California wildfires: Here’s what you need to know about infernos engulfing Los Angeles area
Raging wildfires continued to rip across southern California Wednesday, forcing nearly 200,000 people to flee their homes and torching more than 20,000 hectares around the Los Angeles area.
The largest and most destructive of the fires, dubbed Thomas Fire, is a massive 220-square kilometre wildfire in Ventura County northwest of Los Angeles. The blaze had nearly reached the Pacific Ocean on Tuesday night after starting about 50 kilometres inland on Monday.
The Thomas Fire continued to rage Wednesday after jumping a U.S. Highway 101, threatening over 12,000 structures.
California Gov. Jerry Brown declared a state of emergency after another fire erupted late Tuesday night.
“This fire is very dangerous and spreading rapidly, but we’ll continue to attack with all we’ve got,” the governor said. “It’s critical residents stay ready and evacuate immediately if told to do so.”
WATCH: Wildfires spreading in southern California
Here’s what you need to know about the infernos engulfing southern California.
Creek Fire: As of Wednesday morning, the blaze has torched more than 4,000 hectares in the San Fernando Valley and destroyed at least 30 structures, according to Cal Fire. As of Tuesday night, the Creek Fire was zero per cent contained.
Rye Fire: As of Tuesday night, the Rye Fire was five per cent contained after charring more than 2,000 hectares in Santa Clarita.
Thomas Fire: The fire continues to burn in the foothills about 80 kilometres north of Los Angeles. The blaze is about 220-square kilometres in size and has burned over 26,000 hectares.
Bel Air brush fire: A brush fire in Los Angeles’ Bel Air neighbourhood erupted Wednesday morning on the steep slopes of Sepulveda Pass, which carries heavily travelled Interstate 405 through the Santa Monica Mountains, where ridge tops are covered with expensive homes.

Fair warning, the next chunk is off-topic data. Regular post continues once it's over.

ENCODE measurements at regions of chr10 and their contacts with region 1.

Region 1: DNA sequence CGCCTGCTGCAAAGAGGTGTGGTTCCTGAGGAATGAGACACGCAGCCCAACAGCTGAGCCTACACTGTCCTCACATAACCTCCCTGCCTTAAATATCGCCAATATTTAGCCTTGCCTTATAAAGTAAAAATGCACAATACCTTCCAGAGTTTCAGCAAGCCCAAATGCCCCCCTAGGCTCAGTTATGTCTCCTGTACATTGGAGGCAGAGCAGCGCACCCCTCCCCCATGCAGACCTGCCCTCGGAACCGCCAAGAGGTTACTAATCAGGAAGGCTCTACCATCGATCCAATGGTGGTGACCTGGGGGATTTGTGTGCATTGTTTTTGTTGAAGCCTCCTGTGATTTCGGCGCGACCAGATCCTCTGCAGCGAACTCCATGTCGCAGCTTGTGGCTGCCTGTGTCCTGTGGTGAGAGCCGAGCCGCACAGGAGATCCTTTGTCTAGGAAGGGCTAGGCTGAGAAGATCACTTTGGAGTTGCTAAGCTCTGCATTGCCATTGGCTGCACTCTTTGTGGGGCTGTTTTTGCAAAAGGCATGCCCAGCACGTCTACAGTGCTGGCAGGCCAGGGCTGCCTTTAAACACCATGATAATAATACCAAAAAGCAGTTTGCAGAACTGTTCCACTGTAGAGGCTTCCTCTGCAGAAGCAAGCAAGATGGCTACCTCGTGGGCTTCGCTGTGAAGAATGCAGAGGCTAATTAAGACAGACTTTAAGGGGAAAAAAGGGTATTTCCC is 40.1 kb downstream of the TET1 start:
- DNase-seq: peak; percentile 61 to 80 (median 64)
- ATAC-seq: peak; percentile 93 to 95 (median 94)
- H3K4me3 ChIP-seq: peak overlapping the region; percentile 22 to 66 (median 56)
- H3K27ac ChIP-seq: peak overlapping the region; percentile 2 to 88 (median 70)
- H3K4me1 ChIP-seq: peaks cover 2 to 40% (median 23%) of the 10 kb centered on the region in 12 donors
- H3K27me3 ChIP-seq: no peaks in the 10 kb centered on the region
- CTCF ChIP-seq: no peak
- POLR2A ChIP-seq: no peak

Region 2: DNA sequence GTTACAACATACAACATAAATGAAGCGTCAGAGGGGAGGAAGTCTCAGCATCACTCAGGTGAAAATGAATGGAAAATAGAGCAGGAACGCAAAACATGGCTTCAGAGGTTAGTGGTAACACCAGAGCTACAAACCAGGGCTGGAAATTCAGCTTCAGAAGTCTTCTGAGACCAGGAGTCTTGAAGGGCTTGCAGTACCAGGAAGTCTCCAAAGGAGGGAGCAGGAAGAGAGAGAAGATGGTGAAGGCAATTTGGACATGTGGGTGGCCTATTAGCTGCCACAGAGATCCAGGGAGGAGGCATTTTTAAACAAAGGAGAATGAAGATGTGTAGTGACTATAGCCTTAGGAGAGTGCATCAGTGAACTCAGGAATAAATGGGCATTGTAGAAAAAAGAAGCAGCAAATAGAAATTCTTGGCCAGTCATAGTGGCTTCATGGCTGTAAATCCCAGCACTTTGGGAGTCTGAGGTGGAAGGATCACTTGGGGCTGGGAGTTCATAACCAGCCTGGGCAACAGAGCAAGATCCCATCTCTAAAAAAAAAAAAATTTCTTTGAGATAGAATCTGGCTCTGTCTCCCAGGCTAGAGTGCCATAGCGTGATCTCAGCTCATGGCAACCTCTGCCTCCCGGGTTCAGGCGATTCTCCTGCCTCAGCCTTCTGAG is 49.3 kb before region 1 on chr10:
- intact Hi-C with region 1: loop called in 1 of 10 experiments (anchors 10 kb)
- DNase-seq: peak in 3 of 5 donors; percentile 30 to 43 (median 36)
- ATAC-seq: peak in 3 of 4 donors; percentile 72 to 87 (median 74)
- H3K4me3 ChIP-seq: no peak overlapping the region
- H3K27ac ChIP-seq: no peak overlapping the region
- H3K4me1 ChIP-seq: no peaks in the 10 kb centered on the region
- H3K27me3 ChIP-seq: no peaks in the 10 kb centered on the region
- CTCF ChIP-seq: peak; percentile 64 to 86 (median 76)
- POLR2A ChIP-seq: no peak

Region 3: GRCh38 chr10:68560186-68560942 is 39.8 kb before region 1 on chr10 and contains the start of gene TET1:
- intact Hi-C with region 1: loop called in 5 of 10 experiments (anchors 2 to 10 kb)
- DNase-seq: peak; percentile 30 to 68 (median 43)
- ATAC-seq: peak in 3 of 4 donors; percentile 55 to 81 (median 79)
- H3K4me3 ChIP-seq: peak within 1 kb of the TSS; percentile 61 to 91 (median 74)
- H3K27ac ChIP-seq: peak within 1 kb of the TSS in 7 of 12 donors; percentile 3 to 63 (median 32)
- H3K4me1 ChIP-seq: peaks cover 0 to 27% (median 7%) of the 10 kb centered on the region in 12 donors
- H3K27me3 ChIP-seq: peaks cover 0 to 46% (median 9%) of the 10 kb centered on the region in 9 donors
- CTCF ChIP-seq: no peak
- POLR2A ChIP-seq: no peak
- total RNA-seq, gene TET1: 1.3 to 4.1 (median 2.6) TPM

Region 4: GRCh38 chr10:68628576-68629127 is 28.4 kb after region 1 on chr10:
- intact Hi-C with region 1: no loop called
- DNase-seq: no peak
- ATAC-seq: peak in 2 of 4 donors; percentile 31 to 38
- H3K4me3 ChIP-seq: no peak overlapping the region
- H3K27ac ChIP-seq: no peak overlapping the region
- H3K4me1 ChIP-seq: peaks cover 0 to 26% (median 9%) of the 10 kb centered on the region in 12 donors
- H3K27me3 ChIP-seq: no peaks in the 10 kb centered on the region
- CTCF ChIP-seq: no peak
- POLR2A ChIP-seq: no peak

Santa Ana winds
California’s Santa Ana winds are intensifying the blazes, fanning the flames across the state’s dry foothills.
“We are still in the middle of an aggressive and active firefight on the ground,” said Robert Welsbie, spokesman for the Ventura Fire Department. “If the winds pick up, we will face quite a challenge.”
Santa Ana winds have long contributed to some of the region’s most disastrous wildfires. Air from high pressure areas blows down toward the Pacific Ocean, speeding up, drying out as they squeeze through mountain passes and canyons. In northern California, the same wind effect is known as Diablo winds.
Smoke visible from space
NASA’s Earth Observatory captured satellite images showing the extent of the wildfires where a steady stream of smoke is visible, streaming over the Pacific.
NASA’s Terra satellite captured the “natural-colour” image Tuesday afternoon showing the smoke plumes from the Thomas, Creek and Rye fires.
The space agency noted that “forecasters with the Los Angeles office of the National Weather Service warned that the region is in the midst of its strongest and longest Santa Ana wind event of the year.”
NASA also shared an image captured from the European Space Agency’s Sentinel-2 satellite which shows the “burn scar” from the fires.
Los Angeles looks like “Mordor right now”
Commuters shared videos on social media showing apocalyptic scenes of the fires engulfing the foothills in and around Los Angeles, with some comparing it to Middle Earth, a fictional, hellish setting in J.R.R. Tolkien novels.
–with files from the Associated Press
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